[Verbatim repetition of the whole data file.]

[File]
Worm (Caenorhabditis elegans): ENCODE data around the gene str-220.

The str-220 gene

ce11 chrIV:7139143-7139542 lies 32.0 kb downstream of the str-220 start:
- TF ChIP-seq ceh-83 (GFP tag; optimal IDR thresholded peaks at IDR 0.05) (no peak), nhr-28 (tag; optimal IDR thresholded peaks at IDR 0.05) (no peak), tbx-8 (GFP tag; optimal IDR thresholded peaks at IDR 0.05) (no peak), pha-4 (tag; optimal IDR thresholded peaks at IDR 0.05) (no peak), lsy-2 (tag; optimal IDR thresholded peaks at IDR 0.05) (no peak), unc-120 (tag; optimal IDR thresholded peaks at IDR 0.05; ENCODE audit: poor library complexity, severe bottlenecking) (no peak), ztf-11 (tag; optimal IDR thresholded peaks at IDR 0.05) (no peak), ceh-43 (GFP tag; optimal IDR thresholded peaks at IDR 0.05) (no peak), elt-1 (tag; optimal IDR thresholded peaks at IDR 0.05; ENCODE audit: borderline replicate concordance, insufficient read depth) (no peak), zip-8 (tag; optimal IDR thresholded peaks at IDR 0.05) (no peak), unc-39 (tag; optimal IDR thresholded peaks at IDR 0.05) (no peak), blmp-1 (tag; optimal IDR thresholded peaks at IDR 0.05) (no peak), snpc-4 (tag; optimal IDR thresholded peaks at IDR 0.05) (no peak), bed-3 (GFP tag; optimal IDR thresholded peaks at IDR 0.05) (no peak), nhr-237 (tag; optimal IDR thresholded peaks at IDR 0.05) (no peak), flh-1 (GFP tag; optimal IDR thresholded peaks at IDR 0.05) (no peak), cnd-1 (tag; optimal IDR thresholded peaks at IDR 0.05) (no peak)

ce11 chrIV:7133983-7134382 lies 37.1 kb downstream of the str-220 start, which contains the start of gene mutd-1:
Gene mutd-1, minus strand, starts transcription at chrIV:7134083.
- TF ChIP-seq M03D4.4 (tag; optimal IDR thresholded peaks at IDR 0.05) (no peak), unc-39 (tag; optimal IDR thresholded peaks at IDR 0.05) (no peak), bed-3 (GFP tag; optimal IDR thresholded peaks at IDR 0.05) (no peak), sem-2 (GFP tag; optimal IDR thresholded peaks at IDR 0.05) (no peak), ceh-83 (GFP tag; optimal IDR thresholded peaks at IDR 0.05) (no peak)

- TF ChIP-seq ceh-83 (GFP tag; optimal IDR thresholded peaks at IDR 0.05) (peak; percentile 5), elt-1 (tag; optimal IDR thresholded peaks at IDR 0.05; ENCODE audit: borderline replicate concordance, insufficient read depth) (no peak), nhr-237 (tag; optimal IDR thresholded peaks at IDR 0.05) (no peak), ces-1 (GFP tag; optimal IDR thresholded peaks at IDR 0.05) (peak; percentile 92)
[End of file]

Worm (Caenorhabditis elegans): ENCODE data around the gene str-220.

The str-220 gene

ce11 chrIV:7139143-7139542 lies 32.0 kb downstream of the str-220 start:
- TF ChIP-seq ceh-83 (GFP tag; optimal IDR thresholded peaks at IDR 0.05) (no peak), nhr-28 (tag; optimal IDR thresholded peaks at IDR 0.05) (no peak), tbx-8 (GFP tag; optimal IDR thresholded peaks at IDR 0.05) (no peak), pha-4 (tag; optimal IDR thresholded peaks at IDR 0.05) (no peak), lsy-2 (tag; optimal IDR thresholded peaks at IDR 0.05) (no peak), unc-120 (tag; optimal IDR thresholded peaks at IDR 0.05; ENCODE audit: poor library complexity, severe bottlenecking) (no peak), ztf-11 (tag; optimal IDR thresholded peaks at IDR 0.05) (no peak), ceh-43 (GFP tag; optimal IDR thresholded peaks at IDR 0.05) (no peak), elt-1 (tag; optimal IDR thresholded peaks at IDR 0.05; ENCODE audit: borderline replicate concordance, insufficient read depth) (no peak), zip-8 (tag; optimal IDR thresholded peaks at IDR 0.05) (no peak), unc-39 (tag; optimal IDR thresholded peaks at IDR 0.05) (no peak), blmp-1 (tag; optimal IDR thresholded peaks at IDR 0.05) (no peak), snpc-4 (tag; optimal IDR thresholded peaks at IDR 0.05) (no peak), bed-3 (GFP tag; optimal IDR thresholded peaks at IDR 0.05) (no peak), nhr-237 (tag; optimal IDR thresholded peaks at IDR 0.05) (no peak), flh-1 (GFP tag; optimal IDR thresholded peaks at IDR 0.05) (no peak), cnd-1 (tag; optimal IDR thresholded peaks at IDR 0.05) (no peak)

ce11 chrIV:7133983-7134382 lies 37.1 kb downstream of the str-220 start, which contains the start of gene mutd-1:
Gene mutd-1, minus strand, starts transcription at chrIV:7134083.
- TF ChIP-seq M03D4.4 (tag; optimal IDR thresholded peaks at IDR 0.05) (no peak), unc-39 (tag; optimal IDR thresholded peaks at IDR 0.05) (no peak), bed-3 (GFP tag; optimal IDR thresholded peaks at IDR 0.05) (no peak), sem-2 (GFP tag; optimal IDR thresholded peaks at IDR 0.05) (no peak), ceh-83 (GFP tag; optimal IDR thresholded peaks at IDR 0.05) (no peak)

- TF ChIP-seq ceh-83 (GFP tag; optimal IDR thresholded peaks at IDR 0.05) (peak; percentile 5), elt-1 (tag; optimal IDR thresholded peaks at IDR 0.05; ENCODE audit: borderline replicate concordance, insufficient read depth) (no peak), nhr-237 (tag; optimal IDR thresholded peaks at IDR 0.05) (no peak), ces-1 (GFP tag; optimal IDR thresholded peaks at IDR 0.05) (peak; percentile 92)